The civil rights movement, the Occupy movement, and community organizations will come together for a series of events marking Martin Luther King’s birthday this week, including a demonstration Monday at the Federal Reserve led by African American clergy including Rev. Jesse Jackson.
At the time of his assassination, King was organizing an “occupation” of Washington D.C., and after his death thousands of people occupied Resurrection City there from May 12 to June 24, 1968, demanding jobs, housing and an economic bill of rights.
In other King Day activities, housing rights groups are stepping up the drive to occupy foreclosures, and teachers and community groups are demonstrating against school “turnarounds.”
Over a thousand community activists are expected for an Occupy the Dream event  (Sunday, January 15 at 3 p.m. at People’s Church, 941 W. Lawrence), where elected officials will be called on to support jobs and tax reform, including closing corporate tax loopholes and instituting a financial transaction tax.
It’s sponsored by IIRON , a regional organizing network that includes Southsiders Organized for Unity and Liberation , Northside POWER , and the Northwest Indiana Federation . Occupy Chicago  has endorsed the event.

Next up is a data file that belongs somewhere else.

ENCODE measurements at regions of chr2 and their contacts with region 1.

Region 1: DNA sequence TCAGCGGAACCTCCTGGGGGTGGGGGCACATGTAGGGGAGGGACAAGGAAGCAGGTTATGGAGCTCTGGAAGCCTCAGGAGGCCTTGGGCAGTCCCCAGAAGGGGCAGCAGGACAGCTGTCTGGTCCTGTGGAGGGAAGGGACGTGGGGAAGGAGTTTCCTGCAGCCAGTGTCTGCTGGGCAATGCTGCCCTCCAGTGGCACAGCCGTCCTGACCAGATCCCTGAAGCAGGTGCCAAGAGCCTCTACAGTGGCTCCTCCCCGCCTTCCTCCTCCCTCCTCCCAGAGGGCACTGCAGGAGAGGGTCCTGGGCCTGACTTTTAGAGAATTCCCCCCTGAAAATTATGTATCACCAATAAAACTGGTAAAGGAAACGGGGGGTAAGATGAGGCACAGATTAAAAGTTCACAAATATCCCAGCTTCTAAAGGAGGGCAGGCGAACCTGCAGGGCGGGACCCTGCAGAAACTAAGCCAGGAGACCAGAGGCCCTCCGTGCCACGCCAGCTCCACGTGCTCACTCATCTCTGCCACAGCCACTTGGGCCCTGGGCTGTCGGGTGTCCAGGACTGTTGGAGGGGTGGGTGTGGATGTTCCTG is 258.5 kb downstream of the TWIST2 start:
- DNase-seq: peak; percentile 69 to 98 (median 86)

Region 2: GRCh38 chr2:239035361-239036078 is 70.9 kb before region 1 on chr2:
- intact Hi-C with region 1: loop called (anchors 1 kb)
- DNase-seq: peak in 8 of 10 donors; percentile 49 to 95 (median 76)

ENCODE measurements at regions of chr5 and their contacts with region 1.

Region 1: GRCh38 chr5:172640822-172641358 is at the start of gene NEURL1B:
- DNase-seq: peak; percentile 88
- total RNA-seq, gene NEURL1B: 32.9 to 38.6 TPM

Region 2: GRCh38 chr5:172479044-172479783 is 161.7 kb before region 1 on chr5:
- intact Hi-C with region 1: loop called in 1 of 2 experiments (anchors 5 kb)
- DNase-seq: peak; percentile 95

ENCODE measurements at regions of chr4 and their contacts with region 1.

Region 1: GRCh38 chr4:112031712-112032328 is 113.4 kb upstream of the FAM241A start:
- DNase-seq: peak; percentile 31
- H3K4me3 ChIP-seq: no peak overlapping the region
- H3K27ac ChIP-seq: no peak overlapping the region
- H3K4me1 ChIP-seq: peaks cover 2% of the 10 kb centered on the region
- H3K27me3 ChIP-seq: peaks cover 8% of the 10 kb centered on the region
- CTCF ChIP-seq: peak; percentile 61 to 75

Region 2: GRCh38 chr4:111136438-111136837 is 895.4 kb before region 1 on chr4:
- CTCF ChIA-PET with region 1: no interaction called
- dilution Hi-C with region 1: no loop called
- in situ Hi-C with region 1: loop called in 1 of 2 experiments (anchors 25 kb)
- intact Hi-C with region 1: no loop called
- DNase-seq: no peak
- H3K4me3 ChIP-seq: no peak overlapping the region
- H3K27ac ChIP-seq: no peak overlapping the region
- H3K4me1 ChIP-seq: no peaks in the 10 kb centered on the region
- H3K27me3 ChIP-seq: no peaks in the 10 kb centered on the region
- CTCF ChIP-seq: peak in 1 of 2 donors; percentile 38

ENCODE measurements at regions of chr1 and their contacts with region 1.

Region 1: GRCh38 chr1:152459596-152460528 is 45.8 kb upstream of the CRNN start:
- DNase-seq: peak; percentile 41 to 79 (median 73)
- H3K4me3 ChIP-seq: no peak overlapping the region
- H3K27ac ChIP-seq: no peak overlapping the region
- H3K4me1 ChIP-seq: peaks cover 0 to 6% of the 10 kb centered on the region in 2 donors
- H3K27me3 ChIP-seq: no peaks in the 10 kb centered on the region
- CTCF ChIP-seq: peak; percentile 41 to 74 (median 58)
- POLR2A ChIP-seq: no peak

“We are organizing in the tradition of the civil rights movement,” said Rev. Dwight Gardner of Gary, president of the Northwest Indiana Federation.
“In Dr. King’s very last sermon, he warned us not to sleep through a time of great change like Rip Van Winkle,” he said. “This is a moment of great change and we must put our souls in motion to occupy his dream.”
At the Fed: National Day of Action
Monday’s action at the Federal Reserve (Jackson and LaSalle, January 16, 3 p.m.) is part of a national day of action to “Occupy the Fed” by the Occupy the Dream campaign , with African American church leaders moblizing multicultural, interfaith rallies in 13 cities. They’ll be emphasizing racially discriminatory practices by banks which have resulted in high foreclosure rates, as well as the issue of student debt.
“There needs to be economic equality, there needs to be jobs for all, there needs to be opportunities for the next generation,” said Rev. Jamal Bryant of Occupy the Dream.
“It’s consistent with the Poor People’s Campaign of holding people accountable who have benefited from the labor of working people and used their influence to create inequality,” said Rev. Otis Moss III of Trinity United Church of Christ, Chicago coordinator of the effort.
On Tuesday, Northside POWER and other groups will visit Bank of America (135 S. LaSalle) at 3:30 p.m. to demand help for a North Side family facing foreclosure; the bank has refused mediation for the family, which has applied for the Hardest Hit foreclosure relief program, said Kristi Sanford.
They’ll also visit Attorney General Lisa Madigan, demanding she withdraw from the proposed settlement of the robosigning fraud case by state attorney generals and the U.S. Department of Justice. The settlement would fine banks “a pittance” and absolve them of all liability, Sanford said. Attorney generals in New York and California have withdrawn.